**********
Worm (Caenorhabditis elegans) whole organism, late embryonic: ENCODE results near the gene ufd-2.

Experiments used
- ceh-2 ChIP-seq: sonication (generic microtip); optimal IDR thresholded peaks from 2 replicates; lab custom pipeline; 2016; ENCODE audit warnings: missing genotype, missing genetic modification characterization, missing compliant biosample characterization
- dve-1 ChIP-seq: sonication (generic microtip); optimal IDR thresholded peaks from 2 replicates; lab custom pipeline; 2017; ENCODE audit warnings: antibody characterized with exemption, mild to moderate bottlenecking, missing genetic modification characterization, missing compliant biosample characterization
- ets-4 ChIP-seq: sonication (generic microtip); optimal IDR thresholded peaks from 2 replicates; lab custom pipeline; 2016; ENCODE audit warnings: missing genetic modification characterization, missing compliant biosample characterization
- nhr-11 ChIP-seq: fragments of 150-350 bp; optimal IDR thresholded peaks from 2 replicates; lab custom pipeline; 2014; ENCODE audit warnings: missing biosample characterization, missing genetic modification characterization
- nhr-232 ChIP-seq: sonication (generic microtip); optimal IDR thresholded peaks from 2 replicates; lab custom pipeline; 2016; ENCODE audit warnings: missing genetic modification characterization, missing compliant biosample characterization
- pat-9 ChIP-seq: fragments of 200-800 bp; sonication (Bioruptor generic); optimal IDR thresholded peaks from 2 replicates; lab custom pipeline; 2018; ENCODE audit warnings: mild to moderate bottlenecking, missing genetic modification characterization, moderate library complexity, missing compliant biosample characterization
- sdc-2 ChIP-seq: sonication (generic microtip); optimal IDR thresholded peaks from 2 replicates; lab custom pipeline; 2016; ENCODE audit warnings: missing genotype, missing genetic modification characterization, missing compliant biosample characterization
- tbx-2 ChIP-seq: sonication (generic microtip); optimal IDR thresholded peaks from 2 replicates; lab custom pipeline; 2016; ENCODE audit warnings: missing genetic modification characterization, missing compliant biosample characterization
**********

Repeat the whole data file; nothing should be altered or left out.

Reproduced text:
Worm (Caenorhabditis elegans) whole organism, late embryonic: ENCODE results near the gene ufd-2.

Experiments used
- ceh-2 ChIP-seq: sonication (generic microtip); optimal IDR thresholded peaks from 2 replicates; lab custom pipeline; 2016; ENCODE audit warnings: missing genotype, missing genetic modification characterization, missing compliant biosample characterization
- dve-1 ChIP-seq: sonication (generic microtip); optimal IDR thresholded peaks from 2 replicates; lab custom pipeline; 2017; ENCODE audit warnings: antibody characterized with exemption, mild to moderate bottlenecking, missing genetic modification characterization, missing compliant biosample characterization
- ets-4 ChIP-seq: sonication (generic microtip); optimal IDR thresholded peaks from 2 replicates; lab custom pipeline; 2016; ENCODE audit warnings: missing genetic modification characterization, missing compliant biosample characterization
- nhr-11 ChIP-seq: fragments of 150-350 bp; optimal IDR thresholded peaks from 2 replicates; lab custom pipeline; 2014; ENCODE audit warnings: missing biosample characterization, missing genetic modification characterization
- nhr-232 ChIP-seq: sonication (generic microtip); optimal IDR thresholded peaks from 2 replicates; lab custom pipeline; 2016; ENCODE audit warnings: missing genetic modification characterization, missing compliant biosample characterization
- pat-9 ChIP-seq: fragments of 200-800 bp; sonication (Bioruptor generic); optimal IDR thresholded peaks from 2 replicates; lab custom pipeline; 2018; ENCODE audit warnings: mild to moderate bottlenecking, missing genetic modification characterization, moderate library complexity, missing compliant biosample characterization
- sdc-2 ChIP-seq: sonication (generic microtip); optimal IDR thresholded peaks from 2 replicates; lab custom pipeline; 2016; ENCODE audit warnings: missing genotype, missing genetic modification characterization, missing compliant biosample characterization
- tbx-2 ChIP-seq: sonication (generic microtip); optimal IDR thresholded peaks from 2 replicates; lab custom pipeline; 2016; ENCODE audit warnings: missing genetic modification characterization, missing compliant biosample characterization